Workers' Compensation: What Happens If I'm Late Reporting My Injury?

Most states have deadlines for giving your employer notice of a workplace injury, but there are usually exceptions.

By , J.D. · University of Missouri School of Law


I slipped and fell at work about two months ago. At that time, my back was a little sore, but I thought it was a minor problem. I didn't report the injury or seek medical treatment. But as time passed, my back pain got worse and started to run down my leg.

My primary care doctor thinks I seriously hurt my back during the slip and fall at work. My doctor also thinks that all the heavy lifting I do at work made the original injury worse. Is it too late to file a workers' comp claim?


When you suffer a work injury, it's important to report it promptly. Most states have relatively short deadlines for doing so, and late reporting may result in your benefits being reduced or automatically denied.

Reporting deadlines vary from state to state. Many states, such as California and Florida, have 30-day deadlines. Other states like Iowa and Michigan give workers 90 days to report their injuries.

Still other states, such as Arizona and Hawaii, don't specify a specific deadline; instead, they may simply require employees to report their injuries promptly or as soon as it's practical. In Colorado, if you don't report your injury within four days, you'll lose a day of benefits for each day that you're late.

If you have an occupational illness or a condition that develops gradually, such as a repetitive stress condition or chronic obstructive pulmonary disease (COPD), the time period for notifying your employer may be longer and typically doesn't start until you discover the condition and its connection to your work. This usually happens when a doctor tells you that your job activities caused the problem.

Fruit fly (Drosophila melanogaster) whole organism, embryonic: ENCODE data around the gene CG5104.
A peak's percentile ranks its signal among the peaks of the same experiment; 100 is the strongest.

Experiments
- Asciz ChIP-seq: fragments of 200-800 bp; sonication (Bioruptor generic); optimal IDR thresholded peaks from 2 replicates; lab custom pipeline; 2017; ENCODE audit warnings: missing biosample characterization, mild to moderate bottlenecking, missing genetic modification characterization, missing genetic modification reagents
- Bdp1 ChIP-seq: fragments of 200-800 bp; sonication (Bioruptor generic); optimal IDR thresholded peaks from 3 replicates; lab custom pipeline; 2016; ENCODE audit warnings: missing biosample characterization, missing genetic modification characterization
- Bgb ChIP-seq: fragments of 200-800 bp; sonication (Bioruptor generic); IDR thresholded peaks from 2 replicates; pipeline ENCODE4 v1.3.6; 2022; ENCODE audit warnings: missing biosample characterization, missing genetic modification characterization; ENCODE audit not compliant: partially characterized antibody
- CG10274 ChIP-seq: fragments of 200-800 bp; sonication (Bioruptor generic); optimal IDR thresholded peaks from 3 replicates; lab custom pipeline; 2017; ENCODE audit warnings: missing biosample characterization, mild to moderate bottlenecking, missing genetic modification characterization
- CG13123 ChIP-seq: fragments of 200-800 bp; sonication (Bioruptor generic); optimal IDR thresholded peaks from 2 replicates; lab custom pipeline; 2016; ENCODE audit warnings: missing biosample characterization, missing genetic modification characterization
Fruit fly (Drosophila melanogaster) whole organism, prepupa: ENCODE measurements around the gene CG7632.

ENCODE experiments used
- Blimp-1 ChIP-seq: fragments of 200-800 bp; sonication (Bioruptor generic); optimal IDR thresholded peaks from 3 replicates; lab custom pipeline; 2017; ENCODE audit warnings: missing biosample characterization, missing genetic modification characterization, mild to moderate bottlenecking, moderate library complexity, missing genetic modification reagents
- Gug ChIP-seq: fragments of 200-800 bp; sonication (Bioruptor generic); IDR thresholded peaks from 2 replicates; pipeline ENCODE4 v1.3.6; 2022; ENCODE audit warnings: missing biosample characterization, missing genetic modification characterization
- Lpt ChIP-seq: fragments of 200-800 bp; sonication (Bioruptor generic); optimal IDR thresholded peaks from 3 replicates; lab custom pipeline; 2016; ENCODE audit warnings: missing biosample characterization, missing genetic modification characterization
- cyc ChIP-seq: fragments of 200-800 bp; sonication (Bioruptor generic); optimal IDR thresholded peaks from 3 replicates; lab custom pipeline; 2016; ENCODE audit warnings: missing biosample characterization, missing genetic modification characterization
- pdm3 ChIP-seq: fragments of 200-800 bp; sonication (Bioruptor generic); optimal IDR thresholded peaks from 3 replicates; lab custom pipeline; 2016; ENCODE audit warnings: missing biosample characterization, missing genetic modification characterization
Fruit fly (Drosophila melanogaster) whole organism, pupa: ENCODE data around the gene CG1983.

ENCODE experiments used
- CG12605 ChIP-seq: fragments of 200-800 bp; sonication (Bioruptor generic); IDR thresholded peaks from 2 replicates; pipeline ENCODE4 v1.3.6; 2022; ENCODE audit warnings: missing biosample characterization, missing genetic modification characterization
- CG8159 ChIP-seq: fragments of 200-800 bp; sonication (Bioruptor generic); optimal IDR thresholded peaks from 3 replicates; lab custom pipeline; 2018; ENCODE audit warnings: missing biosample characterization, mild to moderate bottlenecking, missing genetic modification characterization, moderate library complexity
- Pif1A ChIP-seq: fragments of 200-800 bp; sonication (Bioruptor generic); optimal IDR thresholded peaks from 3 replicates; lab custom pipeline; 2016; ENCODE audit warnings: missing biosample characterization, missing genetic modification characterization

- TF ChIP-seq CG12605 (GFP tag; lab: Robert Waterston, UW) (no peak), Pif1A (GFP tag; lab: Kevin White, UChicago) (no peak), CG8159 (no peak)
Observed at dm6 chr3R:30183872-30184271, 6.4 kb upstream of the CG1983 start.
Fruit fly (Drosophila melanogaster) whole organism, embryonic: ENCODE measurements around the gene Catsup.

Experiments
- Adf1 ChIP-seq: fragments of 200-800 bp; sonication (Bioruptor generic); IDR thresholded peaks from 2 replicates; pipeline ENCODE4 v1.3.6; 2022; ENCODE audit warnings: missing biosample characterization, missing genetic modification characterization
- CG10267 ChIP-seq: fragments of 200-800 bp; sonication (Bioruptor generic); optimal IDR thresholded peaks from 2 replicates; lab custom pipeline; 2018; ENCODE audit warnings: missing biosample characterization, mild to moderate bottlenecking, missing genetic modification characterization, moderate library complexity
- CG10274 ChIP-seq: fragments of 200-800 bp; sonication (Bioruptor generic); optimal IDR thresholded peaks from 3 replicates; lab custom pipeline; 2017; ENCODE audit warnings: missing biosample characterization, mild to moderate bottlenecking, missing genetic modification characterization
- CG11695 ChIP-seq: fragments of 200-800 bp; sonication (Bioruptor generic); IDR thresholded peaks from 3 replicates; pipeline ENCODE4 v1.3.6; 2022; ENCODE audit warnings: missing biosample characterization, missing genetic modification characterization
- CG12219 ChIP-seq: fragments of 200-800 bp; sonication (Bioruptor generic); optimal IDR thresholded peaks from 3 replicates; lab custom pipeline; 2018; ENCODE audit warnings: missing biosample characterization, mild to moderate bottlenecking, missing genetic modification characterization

Because your back injury worsened over time, you may still be eligible for benefits even if the deadline has passed from the date of the accident. However, now that you know your back condition is related to your job, you should report it immediately.

Insurance companies often deny claims by employees who reported their injuries late. If that happens to you, however, it doesn't necessarily mean you won't be able to receive any workers' comp benefits. Most states excuse late reporting under some circumstances, at least up until a certain point. Even when you miss the reporting deadline, you still may be eligible for workers' comp benefits if, for example:

  • your employer was aware or should have been aware of the injury or illness (for example, if your supervisor witnessed the accident)
  • you were quarantined because your illness was contagious (for instance, if you were under quarantine because of on-the-job exposure to the coronavirus)
  • you have another good reason for not notifying your employer on time (for example, if you were incapacitated and couldn't get someone to give notice for you)
  • your employer wasn't harmed by your failure to report the injury on time, or
  • your employer didn't post legally required notices about workers' comp rules.

If you report your injury now and your employer's insurance company denies your claim, you have the right to appeal. But you should strongly consider speaking with a workers' comp lawyer. A local attorney who's experienced in this field can explain the rules in your state, including the reporting deadline and whether you qualify for any exceptions.

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